Heart Attack is lack of blood flow to part of the heart muscle due to a blockage in a coronary artery, an artery that feeds the heard muscle.  This victim has chest pain, sweating etc.  This is treated with medication, and often surgery to remove or bypass the blockage.   The media uses these terms interchangeably so that’s why we use them but they are different…Really that is neither here nor there but I just thought I’d share, and now you know so you can use them correctly.



  1. Harry "ACE HELICOPTER PILOT" Wadley says:

    Best posting ever. I guess that’s the correct terminology for your BLOG. Right up my alley, although, I do have many more pictures that you could have used. You know, the ones with me in them.

    Your Super Hero DAD

    • Andrea says:

      I would LOVE to add some pics to this post of my HERO dad and is bird. Bring them next time you come and I’ll get them added.
      Love You,
      Your Super Hero Daughter 😉

  2. Mindy says:

    Awesome post! Thanks. You encourage me to try!

    • Andrea says:

      Yea Mindy! That is why I do this. Please do, you are going to be Awesome!

  3. Loretta says:

    Love it! Nebo School district is no longer requiring CPR/First Aid for the classroom Techs, bus drivers or bus techs or any of it’s classified employees. Jim and I found our own CPR class, but I’m a believer. I’ve had my CPR certification since 1979, and even was an instructor for a few years. I think it’s something everyone should know, especially the people that care for our kids several hours a day. Yes this is a blatant plug to call Nebo School district and get everyone trained.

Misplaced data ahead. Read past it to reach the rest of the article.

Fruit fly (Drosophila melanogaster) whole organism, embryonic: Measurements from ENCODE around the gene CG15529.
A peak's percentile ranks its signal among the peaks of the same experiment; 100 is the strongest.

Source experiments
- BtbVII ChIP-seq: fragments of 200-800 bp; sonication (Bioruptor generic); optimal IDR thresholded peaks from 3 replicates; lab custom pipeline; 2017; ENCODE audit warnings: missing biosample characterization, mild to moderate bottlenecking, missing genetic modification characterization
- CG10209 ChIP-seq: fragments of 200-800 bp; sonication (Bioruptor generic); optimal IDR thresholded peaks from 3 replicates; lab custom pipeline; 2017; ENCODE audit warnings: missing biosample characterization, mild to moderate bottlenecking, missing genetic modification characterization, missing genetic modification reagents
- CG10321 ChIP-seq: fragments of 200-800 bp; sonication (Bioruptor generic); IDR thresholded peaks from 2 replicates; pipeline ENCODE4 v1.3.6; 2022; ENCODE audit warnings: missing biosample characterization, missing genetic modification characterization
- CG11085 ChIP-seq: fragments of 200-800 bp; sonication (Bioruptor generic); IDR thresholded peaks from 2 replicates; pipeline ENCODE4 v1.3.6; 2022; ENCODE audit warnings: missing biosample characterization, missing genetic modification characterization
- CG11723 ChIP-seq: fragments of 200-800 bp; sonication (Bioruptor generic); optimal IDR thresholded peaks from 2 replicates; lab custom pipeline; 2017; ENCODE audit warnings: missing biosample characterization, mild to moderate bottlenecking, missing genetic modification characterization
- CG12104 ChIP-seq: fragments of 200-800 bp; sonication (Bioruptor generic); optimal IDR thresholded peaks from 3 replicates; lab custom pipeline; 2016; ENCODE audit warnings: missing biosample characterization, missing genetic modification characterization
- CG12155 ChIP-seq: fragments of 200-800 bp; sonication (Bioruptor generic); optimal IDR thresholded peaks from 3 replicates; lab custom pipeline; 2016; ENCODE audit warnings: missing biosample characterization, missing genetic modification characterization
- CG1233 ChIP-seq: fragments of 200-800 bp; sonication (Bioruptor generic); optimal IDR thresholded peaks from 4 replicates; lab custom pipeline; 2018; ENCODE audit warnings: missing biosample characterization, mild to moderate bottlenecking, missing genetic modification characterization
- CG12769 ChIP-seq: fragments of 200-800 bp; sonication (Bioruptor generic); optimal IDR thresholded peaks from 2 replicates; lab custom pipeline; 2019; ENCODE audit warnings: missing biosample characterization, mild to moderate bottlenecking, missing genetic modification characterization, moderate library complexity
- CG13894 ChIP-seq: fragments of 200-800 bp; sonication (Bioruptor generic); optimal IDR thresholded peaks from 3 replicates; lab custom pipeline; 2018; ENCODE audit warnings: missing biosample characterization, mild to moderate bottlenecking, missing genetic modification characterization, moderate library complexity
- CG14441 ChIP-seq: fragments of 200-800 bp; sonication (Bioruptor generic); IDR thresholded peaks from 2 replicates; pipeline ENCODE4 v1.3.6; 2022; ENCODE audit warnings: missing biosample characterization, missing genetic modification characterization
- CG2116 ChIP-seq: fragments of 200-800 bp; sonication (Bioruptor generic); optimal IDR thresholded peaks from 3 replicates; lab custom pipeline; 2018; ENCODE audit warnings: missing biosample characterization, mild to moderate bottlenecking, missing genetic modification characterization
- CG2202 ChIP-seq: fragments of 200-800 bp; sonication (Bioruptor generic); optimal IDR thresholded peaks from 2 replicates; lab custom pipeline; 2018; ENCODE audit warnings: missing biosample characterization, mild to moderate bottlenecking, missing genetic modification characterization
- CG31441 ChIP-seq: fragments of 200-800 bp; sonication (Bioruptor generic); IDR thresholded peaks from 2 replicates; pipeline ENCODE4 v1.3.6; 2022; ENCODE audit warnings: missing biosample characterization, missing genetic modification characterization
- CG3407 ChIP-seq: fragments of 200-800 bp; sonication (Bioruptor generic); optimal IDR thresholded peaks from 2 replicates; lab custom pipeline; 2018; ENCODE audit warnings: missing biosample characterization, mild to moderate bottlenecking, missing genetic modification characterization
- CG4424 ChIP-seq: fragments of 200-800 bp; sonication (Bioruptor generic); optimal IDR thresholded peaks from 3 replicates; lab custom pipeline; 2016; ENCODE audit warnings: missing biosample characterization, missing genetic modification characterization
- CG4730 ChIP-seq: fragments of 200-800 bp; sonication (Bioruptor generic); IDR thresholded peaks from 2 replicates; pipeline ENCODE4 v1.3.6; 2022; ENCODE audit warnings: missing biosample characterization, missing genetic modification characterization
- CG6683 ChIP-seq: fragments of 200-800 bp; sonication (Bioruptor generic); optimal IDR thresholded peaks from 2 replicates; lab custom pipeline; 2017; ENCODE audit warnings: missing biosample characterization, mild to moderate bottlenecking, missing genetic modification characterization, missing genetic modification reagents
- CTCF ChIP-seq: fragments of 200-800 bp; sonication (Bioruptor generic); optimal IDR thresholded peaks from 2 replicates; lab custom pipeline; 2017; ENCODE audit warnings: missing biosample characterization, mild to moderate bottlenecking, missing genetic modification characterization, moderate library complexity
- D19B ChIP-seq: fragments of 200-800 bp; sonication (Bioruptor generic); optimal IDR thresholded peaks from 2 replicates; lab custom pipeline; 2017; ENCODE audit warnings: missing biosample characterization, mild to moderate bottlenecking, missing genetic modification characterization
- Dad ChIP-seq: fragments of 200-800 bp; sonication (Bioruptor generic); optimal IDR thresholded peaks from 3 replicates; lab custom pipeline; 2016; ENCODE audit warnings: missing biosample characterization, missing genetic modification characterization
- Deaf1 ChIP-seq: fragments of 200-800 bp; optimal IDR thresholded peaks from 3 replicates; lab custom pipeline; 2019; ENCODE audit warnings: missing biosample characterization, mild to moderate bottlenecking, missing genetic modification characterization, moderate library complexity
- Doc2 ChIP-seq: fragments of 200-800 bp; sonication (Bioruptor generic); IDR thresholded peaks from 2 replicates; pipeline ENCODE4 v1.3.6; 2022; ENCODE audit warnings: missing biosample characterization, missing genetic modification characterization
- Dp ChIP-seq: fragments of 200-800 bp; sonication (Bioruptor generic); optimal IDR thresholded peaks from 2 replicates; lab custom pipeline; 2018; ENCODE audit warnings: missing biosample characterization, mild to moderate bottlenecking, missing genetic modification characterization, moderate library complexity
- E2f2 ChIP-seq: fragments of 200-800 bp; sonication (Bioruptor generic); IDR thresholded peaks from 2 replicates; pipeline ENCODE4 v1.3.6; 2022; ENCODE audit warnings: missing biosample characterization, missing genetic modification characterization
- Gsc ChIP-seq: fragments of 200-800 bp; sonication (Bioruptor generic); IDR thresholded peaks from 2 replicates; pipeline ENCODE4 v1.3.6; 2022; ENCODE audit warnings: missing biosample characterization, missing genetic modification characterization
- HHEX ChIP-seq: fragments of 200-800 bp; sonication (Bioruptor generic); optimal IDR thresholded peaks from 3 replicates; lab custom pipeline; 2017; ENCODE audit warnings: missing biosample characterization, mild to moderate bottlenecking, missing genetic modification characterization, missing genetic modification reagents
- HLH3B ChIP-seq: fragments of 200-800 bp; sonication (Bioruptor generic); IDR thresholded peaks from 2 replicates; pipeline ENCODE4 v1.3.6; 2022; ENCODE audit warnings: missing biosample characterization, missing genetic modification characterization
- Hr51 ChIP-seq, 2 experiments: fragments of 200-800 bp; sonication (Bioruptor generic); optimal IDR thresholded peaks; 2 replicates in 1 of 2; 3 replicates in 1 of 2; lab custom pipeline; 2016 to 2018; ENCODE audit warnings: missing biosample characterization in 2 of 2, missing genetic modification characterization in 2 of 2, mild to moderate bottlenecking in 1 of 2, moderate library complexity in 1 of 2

• Andrea says:

      I just messaged the District with my concerns about the lack of training. I’ll let you know if I hear back from them. Thanks for bringing that to my attention.

  4. It’s really important for everyone to take CPR classes and get a refresher course if you have not been practicing it. It’s always best to be prepared because we never know when we will need those CPR skills. There’s still so much to learn and we should never stop learning.